No message for Trump
Iran, plunged into a painful recession and according to some reports nearing insolvency in the face of the toughest US sanctions it has ever endured, says the US has mounted an “economic war” against it. Officials have made it clear the US would have to call off that “war” before nuclear deal talks could even be countenanced and Iranian media on June 13 quoted Khamenei as saying during talks with Abe that he did not see Trump as being worthy of any exchange of messages. Any trust in the US was lost when it unilaterally walked out of the multilateral nuclear pact, he made clear.
Front Altair was carrying 75,000 tonnes of naphtha, a petrochemical feedstock. It was “suspected [that it was] hit by a torpedo”, Wu I-Fang from Taiwan’s state oil refiner CPC, which chartered the vessel, said, although later in the day Reuters quoted sources as saying torpedoes were not used against the ships.
The Kokuka Courageous, carrying methanol, was damaged in a “suspected attack” that breached its hull above the waterline. It was en route from Saudi Arabia to Singapore, Bernhard Schulte Shipmanagement said.
Iranian state TV reported 44 crew had been evacuated from the tankers to the Iranian port of Jask, although the Bahrain-based US Fifth Fleet said it had rescued some crew members and taken them to Oman.
Japan’s trade ministry said the two oil tankers carried “Japan-related” cargo.
The UAE launched an inquiry into the tanker attacks that took place during the early hours of May 12. It found that the sophisticated limpet mines used in those attacks were of a type used by state-like actors, but the inquiry conclusions stopped short of blaming Iran or any other state as the culprit. National security advisor to Trump and foreign policy hawk John Bolton—who while still a private citizen many times advocated the merits of attacking the Islamic Republic to force regime change and who has backed some highly dubious Iranian opposition groups in exile—claimed Iran was almost certainly involved in the attacks. There were suggestions the US would present evidence to the UN to that effect, but that has not happened.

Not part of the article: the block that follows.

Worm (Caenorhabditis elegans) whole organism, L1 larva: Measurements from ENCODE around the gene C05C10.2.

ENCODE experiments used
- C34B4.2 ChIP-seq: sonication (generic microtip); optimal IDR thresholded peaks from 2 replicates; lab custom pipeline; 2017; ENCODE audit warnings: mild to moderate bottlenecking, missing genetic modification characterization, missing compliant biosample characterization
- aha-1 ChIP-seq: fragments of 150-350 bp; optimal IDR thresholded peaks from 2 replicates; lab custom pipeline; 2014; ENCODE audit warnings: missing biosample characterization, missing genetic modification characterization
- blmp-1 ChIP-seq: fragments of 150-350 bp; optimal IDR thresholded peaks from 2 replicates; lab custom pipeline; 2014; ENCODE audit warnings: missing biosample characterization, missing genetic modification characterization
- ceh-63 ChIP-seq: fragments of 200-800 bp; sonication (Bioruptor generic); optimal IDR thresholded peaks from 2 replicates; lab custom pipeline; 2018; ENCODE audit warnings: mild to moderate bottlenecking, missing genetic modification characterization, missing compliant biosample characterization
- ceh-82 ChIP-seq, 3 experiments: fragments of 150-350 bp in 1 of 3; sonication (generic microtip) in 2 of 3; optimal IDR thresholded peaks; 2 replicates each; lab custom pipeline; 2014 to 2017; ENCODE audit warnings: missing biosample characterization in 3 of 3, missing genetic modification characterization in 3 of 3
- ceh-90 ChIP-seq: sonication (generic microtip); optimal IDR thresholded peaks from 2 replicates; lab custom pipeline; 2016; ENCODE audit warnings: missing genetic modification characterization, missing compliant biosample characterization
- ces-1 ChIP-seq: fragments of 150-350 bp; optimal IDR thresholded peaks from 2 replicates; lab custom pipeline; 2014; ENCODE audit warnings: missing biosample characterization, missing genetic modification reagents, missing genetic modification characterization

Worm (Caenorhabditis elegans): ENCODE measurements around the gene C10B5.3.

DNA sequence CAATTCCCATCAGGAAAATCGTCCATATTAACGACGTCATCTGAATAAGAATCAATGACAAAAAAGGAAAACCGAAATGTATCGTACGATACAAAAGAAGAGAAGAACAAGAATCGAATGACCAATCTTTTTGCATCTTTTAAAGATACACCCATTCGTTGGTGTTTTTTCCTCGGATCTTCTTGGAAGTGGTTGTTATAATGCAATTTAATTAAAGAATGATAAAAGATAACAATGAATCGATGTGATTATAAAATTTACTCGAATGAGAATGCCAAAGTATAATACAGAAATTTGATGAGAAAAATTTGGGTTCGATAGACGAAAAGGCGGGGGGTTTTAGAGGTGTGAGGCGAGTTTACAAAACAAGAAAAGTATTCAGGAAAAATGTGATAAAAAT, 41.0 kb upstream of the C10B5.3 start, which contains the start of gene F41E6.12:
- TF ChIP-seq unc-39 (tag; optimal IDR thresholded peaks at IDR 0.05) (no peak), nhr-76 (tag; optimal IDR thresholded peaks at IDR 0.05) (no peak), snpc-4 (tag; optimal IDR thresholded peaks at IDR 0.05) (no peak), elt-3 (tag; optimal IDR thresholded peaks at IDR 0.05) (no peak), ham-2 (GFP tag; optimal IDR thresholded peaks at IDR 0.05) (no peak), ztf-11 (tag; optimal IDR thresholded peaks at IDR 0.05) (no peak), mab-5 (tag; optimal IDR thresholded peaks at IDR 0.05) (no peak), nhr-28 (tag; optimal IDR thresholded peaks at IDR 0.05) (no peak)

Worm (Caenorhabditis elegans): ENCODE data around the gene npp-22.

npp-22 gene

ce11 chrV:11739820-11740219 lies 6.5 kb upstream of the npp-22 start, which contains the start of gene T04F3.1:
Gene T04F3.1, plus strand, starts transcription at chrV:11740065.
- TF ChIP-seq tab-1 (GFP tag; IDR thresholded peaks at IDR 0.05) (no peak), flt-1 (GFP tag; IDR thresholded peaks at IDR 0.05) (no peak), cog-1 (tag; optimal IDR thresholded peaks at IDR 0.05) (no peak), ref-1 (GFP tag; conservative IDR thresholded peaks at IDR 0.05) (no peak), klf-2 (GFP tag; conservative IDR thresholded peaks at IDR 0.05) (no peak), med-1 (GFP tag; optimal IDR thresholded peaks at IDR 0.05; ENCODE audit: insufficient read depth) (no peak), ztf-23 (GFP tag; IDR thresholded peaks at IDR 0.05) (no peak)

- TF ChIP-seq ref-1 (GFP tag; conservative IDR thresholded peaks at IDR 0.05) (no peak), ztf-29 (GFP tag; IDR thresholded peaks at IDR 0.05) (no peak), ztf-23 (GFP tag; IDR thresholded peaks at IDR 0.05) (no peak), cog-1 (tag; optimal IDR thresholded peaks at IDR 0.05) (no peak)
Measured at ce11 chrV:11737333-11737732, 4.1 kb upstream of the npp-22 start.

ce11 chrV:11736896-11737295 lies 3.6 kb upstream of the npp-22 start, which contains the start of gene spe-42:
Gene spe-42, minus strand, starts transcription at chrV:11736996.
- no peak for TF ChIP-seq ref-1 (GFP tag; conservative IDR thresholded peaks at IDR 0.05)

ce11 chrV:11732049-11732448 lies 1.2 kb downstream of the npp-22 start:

Cailin Birch, global economist at The Economist Intelligence Unit, said in remarks on the attacks: “It remains unclear who the actors are behind the recent spate of tanker attacks in the Gulf of Oman. Iranian authorities will continue to deny responsibility, either directly or indirectly through proxies. Houthi rebels fighting Saudi forces in Yemen are also suspected of being behind the attacks.
“Given the lack of clear information, there is a risk that the US government will interpret the recent attacks as a potential sign of Iranian aggression in the region; the national security advisor, John Bolton, indicated as much after the attacks that occurred last month.
“US-Iran tensions are already running high as Iran’s deadline to stop complying with some aspects of its nuclear agreement, unless European countries help it to maintain exports, approaches in the next 30 days.”
Another theory for the attacks is that they were undertaken by Houthi rebels fighting the Saudi-led efforts to oust them from Yemen. The Houthis are backed by Iran. On June 12, the Saudi Gazette ran a headline stating “Iran hand behind Abha attack” after a missile attack on Abha airport in Saudi Arabia that reportedly injured 26 people.
“The continuation of the Iranian regime’s aggression and reckless escalation, whether directly or through its militias, will result in grave consequences,” Saudi Arabia’s deputy defence minister, Prince Khalid bin Salman, said in a statement following the Abha attack.
Iran denies providing anything more than moral support to the Houthis.